WiFi Channel and TRi Band questions

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WiFi Channel and TRi Band questions
WiFi Channel and TRi Band questions
2020-08-25 02:40:23
Hardware Version: V2
Firmware Version:

Deco, by default, chooses Channel 4 for 2.4 Ghz band and it appears to work quite well with no other neighbors using. The tech support for my prior Asus router told me to choose only channel 1, 6 and 11. Too bad I was not informed that I could pick channel 4 or other less crowded ones to achieve much better performance. Is this generally true that if I use tools like WiFi Analyzer and find another channel that is less crowded, I can always set Deco to use that channel.

 

Also, apparently Deco makes it easy and transparent for us not to have to worry about 2.4 Ghz vs. 5 Ghz (there is a 3rd band used for node to node communication, I believe). By that, only single SSID is showing up on the device to be connected. This is great and again, seems to work very well. Occasionally, I do see multiple SSID's with the same name pop up on my Windows 10 PC. For my curiosity, are all 2.4 Ghz and 5 Ghz signals broadcasted from 3 nodes using the same SSID (channel 48 for the 5 Ghz,), WIll there be a performance issue if I accidentally connect to a more distant node or Deco would manage the throughput accordingly.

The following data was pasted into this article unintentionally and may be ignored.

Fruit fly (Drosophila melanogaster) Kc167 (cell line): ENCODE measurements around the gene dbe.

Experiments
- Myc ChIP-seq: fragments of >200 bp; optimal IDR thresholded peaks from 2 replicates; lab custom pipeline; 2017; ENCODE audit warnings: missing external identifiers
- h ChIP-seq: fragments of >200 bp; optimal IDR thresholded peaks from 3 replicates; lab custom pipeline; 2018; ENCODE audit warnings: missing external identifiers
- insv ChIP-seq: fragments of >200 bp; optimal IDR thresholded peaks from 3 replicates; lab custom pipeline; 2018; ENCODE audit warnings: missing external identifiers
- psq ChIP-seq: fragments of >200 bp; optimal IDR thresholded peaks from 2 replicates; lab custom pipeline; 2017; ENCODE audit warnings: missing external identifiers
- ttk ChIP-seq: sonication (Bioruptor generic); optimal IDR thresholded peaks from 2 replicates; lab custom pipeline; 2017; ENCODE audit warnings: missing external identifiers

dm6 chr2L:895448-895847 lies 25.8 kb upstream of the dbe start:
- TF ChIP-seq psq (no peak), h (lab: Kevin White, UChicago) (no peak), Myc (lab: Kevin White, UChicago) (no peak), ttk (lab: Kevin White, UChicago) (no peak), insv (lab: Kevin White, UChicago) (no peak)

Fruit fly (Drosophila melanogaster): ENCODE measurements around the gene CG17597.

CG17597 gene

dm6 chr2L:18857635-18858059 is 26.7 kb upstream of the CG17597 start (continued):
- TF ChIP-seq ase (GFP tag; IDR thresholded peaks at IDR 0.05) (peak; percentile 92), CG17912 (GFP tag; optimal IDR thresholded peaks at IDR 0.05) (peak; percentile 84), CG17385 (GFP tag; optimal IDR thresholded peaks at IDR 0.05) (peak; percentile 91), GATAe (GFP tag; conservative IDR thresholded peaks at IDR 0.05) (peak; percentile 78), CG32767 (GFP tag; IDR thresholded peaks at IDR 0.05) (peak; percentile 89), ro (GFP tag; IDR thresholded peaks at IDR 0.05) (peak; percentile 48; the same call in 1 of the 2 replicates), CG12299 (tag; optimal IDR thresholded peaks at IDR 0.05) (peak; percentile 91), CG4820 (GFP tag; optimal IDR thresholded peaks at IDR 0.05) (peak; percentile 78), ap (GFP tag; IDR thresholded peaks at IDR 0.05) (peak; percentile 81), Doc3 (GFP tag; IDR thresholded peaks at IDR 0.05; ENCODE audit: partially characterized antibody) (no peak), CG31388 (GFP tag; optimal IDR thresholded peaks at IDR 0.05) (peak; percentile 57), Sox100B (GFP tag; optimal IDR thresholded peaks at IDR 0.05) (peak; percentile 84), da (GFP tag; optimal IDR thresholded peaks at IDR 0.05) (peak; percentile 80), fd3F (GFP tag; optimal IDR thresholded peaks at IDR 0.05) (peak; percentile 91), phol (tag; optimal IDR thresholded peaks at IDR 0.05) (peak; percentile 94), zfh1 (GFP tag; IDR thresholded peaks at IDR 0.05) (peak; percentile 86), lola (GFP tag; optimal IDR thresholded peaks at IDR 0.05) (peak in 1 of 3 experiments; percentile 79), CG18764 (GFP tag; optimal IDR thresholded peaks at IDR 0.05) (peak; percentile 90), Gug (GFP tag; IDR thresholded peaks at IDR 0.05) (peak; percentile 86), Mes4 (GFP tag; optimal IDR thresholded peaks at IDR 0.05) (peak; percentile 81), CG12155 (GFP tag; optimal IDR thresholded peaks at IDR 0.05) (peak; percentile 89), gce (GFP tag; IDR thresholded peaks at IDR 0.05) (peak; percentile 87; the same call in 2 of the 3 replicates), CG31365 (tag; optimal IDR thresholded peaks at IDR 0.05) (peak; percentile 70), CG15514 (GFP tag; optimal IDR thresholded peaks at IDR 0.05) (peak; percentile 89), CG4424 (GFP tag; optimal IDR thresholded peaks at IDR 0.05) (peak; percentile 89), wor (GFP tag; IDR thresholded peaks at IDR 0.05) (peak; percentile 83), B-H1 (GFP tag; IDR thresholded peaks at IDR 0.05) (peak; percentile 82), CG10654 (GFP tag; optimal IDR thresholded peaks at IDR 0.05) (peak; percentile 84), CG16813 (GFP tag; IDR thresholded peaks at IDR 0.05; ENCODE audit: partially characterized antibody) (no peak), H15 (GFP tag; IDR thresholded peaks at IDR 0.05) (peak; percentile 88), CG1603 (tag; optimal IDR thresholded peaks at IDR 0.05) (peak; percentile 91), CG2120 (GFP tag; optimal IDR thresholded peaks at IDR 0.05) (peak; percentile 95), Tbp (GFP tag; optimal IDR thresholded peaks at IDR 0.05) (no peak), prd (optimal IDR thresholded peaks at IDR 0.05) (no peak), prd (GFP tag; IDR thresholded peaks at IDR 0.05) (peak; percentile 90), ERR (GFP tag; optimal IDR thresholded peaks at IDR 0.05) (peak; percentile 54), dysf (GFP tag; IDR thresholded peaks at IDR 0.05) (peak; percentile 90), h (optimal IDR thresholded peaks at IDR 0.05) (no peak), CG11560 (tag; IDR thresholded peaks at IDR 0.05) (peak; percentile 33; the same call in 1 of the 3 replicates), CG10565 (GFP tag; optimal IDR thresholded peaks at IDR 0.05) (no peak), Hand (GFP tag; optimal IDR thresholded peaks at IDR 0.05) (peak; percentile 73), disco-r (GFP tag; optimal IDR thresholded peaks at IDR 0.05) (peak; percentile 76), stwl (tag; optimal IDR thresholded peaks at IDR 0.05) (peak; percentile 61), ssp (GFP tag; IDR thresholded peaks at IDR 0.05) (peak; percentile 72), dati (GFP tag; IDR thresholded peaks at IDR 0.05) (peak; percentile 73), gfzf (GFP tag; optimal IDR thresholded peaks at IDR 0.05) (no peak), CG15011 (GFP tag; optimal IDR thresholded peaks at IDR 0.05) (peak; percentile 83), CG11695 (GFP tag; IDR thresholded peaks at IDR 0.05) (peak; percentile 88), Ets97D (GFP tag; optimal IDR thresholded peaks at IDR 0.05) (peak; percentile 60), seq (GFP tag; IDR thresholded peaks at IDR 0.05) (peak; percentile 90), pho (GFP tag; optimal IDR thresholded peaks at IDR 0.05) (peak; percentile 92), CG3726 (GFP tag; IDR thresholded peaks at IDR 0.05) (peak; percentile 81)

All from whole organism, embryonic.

Hope the above questions make sense, your help in understanding better how Deco works will be greatly appreciated.

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Re:WiFi Channel and TRi Band questions
2020-08-25 15:59:28 - last edited 2020-08-25 15:59:53

@BenLin 

 

Each node will broadcast those networks so if you were near 2 Deco nodes and used a Wi-Fi analyzer you would see 6 networks. As far as connecting to a given node, that is what the Deco would do for you in directing a device to connect to the appropriate node. If you had a non-mesh network, then you would experience what you mentioned where a client stays connected to one device even if another is close by. 

 

Going back to the Deco, the client device would need to support the 802.11 k/v/r protocols, or else the Deco won't be able to direct the client device on where to connect to. Most current devices do support those protocols, but if you notice a device not switching that would be the first thing to check.

 

If I missed anything please let me know.

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